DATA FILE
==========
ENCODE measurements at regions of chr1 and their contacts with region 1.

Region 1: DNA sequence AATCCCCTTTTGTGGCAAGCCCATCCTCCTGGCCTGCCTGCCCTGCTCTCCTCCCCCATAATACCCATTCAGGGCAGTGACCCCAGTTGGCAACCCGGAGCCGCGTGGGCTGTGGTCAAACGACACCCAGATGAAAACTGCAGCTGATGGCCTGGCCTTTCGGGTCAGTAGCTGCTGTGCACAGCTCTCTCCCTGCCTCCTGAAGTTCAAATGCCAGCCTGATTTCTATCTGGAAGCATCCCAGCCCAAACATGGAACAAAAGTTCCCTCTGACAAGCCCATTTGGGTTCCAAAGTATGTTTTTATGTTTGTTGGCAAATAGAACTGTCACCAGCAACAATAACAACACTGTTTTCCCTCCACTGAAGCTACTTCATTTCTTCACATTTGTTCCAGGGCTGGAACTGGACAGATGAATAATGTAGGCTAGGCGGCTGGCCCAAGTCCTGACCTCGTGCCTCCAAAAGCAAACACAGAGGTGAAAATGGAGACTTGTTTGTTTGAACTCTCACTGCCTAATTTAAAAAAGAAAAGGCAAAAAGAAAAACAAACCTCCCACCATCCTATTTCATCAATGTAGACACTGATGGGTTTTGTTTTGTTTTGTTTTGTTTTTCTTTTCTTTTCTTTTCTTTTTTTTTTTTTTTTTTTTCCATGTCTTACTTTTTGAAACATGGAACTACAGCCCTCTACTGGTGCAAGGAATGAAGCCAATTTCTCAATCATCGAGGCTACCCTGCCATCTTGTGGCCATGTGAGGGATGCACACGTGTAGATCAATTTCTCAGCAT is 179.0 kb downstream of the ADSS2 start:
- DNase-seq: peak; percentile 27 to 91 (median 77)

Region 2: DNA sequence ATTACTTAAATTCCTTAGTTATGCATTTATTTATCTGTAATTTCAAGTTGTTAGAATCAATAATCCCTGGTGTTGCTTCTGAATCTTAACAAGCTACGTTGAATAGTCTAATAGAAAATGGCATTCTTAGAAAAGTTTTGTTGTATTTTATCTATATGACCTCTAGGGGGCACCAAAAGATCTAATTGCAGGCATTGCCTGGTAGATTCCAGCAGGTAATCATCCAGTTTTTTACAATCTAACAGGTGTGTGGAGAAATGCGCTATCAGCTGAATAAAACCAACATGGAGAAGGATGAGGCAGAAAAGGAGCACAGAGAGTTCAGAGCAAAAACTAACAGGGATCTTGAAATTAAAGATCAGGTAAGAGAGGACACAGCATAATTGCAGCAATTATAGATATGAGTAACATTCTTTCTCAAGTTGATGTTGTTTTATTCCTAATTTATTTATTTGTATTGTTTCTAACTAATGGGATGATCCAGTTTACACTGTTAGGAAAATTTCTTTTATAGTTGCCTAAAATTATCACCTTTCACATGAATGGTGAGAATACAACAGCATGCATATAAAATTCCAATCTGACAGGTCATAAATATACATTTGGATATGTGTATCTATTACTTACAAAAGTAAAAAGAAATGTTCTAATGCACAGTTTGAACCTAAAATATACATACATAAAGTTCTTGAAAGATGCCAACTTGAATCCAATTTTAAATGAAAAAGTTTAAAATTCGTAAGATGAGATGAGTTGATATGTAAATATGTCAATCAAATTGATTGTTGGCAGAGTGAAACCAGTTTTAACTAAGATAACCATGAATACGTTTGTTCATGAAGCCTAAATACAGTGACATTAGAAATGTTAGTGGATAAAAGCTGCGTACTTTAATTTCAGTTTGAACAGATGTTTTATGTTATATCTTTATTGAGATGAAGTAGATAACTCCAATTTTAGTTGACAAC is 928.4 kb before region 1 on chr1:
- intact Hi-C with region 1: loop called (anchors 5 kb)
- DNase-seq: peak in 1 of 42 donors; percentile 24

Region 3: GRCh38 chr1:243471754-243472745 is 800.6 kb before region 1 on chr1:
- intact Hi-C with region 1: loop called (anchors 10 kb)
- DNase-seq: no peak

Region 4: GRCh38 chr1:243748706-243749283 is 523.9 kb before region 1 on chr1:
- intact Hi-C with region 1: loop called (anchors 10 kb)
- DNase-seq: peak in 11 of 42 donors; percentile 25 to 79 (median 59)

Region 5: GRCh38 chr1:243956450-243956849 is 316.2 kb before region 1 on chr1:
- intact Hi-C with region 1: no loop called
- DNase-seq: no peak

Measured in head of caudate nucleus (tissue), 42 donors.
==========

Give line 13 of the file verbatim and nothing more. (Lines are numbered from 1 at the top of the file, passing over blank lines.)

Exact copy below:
Region 5: GRCh38 chr1:243956450-243956849 is 316.2 kb before region 1 on chr1: